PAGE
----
Nutritional quality and consumer health perception of online delivery food in the context of China | BMC Public Health

The rapid development of the new “Internet Plus” economic form and the increase in broadband penetration has promoted the continuous expansion of electronic transactions across the world [1,2,3]. Online services are gaining popularity due to the convenience of electronic transactions, the wide range of suppliers, and the expansion of delivery services [4, 5]. As a new form of food consumption that is rapidly developing worldwide, online food delivery (OFD) provides consumers with online food ordering and delivery services, thereby changing traditional food production and retail practices. While solving the problem of time cost for individuals and families in food acquisition and preparation, OFD has also gradually changed consumer dietary consumption patterns. In particular, OFD has become more popular in the midst of the COVID-19 pandemic [6,7,8,9]. For example, although the size of the restaurant industry in China did not change significantly from 2019 to 2021, the size of OFD increased by 61.62% in the same time frame. In addition, the penetration rate of OFD increased from 3.87% in 2015 to 19.92% in 2021 [10]. In 2021, there were 544 million OFD users in China [3]and more than 40% of restaurants in China provide both online and in-person food services [11].

The global OFD market will reach USD 339.3 billion by 2022, and it is further estimated that the global OFD market will see its average annual growth rate remain at 8.28% from 2022 to 2026 [12]. The rise of OFD has greatly changed the food environment,Footnote 1 triggering changes in the practices of food production, transportation, and consumption worldwide. Consumers are increasingly buying food through online platforms, which has partially replaced traditional home cooking or dine-in patterns.Footnote 2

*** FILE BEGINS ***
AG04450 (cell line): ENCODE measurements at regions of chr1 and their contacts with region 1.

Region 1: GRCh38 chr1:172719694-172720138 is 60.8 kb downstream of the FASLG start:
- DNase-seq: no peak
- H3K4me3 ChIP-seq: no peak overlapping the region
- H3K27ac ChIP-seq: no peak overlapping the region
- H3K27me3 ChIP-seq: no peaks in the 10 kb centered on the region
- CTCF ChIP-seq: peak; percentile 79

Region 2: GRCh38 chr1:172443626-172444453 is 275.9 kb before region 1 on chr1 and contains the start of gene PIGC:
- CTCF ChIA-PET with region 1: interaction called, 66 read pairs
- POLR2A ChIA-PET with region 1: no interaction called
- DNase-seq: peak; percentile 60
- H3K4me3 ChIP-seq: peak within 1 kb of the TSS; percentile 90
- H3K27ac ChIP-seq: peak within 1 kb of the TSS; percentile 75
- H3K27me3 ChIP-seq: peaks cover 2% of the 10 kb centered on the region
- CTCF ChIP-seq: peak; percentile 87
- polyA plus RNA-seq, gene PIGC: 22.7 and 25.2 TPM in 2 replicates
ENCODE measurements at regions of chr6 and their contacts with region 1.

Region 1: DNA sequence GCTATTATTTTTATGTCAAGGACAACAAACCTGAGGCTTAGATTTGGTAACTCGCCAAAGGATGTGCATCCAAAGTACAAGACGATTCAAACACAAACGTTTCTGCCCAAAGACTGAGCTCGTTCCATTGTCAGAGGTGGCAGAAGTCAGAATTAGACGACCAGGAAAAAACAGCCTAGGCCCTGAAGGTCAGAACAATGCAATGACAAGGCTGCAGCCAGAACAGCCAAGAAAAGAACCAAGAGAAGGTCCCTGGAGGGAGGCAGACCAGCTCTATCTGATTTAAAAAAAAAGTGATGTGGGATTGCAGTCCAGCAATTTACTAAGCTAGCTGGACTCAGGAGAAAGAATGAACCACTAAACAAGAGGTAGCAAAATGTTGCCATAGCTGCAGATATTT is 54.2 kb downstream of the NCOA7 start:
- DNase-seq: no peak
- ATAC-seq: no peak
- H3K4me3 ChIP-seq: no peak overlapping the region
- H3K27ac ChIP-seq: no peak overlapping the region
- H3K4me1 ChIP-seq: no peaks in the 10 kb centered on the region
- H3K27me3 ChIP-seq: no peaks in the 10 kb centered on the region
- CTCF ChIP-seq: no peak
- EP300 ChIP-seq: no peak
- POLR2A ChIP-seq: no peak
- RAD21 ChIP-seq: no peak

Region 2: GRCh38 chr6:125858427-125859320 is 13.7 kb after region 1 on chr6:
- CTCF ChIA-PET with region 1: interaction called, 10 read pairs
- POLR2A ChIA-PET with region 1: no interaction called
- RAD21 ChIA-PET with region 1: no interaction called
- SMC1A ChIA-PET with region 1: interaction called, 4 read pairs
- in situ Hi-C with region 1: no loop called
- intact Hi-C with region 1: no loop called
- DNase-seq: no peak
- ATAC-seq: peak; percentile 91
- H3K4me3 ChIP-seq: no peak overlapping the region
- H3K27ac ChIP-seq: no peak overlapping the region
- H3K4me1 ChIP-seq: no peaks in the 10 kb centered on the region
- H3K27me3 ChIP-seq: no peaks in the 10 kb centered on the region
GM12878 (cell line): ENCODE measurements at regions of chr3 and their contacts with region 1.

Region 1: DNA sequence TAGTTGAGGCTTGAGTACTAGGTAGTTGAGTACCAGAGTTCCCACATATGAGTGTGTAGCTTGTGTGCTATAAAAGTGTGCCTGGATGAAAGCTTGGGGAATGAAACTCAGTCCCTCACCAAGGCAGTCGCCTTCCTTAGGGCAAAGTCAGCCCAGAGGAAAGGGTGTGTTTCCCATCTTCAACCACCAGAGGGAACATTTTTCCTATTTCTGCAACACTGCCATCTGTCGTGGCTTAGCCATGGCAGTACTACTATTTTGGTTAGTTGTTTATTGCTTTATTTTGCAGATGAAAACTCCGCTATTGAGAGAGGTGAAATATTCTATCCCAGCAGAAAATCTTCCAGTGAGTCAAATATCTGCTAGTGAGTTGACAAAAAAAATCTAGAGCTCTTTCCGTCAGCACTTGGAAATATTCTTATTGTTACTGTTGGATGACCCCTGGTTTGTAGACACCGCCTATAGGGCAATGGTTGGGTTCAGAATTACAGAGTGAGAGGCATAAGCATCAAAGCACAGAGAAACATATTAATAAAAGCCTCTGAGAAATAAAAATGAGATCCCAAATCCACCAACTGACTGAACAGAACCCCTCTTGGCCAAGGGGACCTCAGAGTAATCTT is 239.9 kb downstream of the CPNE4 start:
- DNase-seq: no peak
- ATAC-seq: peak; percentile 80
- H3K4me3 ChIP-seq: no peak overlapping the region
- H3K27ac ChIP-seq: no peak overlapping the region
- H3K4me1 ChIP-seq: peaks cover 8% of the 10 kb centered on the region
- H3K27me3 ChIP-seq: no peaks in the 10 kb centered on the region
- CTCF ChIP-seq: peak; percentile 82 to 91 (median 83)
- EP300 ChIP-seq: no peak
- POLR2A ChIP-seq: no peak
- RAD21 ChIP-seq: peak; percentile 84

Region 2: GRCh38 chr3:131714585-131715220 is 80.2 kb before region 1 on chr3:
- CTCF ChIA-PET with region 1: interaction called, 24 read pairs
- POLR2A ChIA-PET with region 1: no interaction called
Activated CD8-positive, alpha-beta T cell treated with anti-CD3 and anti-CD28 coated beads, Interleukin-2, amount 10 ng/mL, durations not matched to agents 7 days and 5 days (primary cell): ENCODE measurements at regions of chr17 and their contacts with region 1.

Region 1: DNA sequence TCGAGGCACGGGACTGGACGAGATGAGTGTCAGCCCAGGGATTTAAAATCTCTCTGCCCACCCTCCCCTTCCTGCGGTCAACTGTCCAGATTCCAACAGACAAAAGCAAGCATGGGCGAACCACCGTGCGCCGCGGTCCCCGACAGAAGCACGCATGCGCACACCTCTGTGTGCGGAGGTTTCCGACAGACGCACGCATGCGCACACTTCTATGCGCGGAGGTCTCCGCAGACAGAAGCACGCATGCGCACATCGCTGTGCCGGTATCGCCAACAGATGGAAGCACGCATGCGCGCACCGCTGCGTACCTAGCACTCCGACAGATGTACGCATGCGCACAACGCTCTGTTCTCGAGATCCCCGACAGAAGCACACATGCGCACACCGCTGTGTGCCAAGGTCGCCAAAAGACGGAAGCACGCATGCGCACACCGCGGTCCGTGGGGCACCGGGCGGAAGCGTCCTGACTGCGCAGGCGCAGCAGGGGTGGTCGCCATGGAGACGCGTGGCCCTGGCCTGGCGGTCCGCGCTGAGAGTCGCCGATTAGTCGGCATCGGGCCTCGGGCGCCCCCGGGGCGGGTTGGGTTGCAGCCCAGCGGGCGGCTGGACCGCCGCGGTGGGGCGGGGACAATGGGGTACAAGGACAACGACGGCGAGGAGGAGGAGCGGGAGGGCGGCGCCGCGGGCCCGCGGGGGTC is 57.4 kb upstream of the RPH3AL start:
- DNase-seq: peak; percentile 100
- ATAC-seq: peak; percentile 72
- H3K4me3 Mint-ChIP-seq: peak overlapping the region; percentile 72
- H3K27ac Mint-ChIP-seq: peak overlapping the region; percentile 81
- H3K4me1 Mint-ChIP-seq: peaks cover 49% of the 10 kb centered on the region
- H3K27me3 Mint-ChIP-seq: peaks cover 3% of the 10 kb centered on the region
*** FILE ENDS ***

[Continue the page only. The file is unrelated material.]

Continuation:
However, OFD may have negative effects. For example, by saving time spent on food shopping and home cooking, OFD may also reduce physical activity time, resulting in an increase in health problems associated with sedentary lifestyle [8, 13, 14]. Moreover, due to lack of information or labeling, it is difficult to guarantee the nutritional quality of OFD food [15,16,17]not to mention meeting the individualized nutritional needs [18, 19]. These may lead to a negative impact on public health. The increasing prevalence of chronic diseases in younger age groups due to dietary and nutritional health problems has become a widespread social problem in countries including China [20,21,22,23]. Therefore, it is of essential importance to investigate the nutritional value of OFD food and its impact on public health, especially on the risk of chronic diseases. However, only very few reports exist on this topic to date. It is of particular relevance to study this topic in China given the rapid development and huge market size of its OFD market.

According to Statista [12], the global OFD market will reach USD 339.3 billion by 2022, while China alone will account for USD 158.1 billion, equivalent to 46.60% of the global market. In other words, China has the largest OFD market, the greatest young consumer groups, and also the largest group of undergraduates and graduate students in the world. It is the uniqueness that other countries may not have. Moreover, due to the uncertainty of the COVID-19 pandemic, and more importantly, the convenience and relatively low prices of food ordered online, it is foreseeable that the online food delivery industry will develop faster in China in the future. In this sense, it is unique, forward-looking and representative to study the nutritional quality of OFD foods in China. In general, in addition to the special OFD foods for special groups, the OFD foods in western developed countries are also standardized produced and processed as in China. Objectively, the nutrition of OFD foods is difficult to effectively meet the health needs of the most consumer groups. Therefore, this study is representative to some extent, and the research conclusions have certain reference value for other countries. Nevertheless, the conclusions of this study are merited of greater reference value to China due to the differences in dietary structure and culture among countries in the world.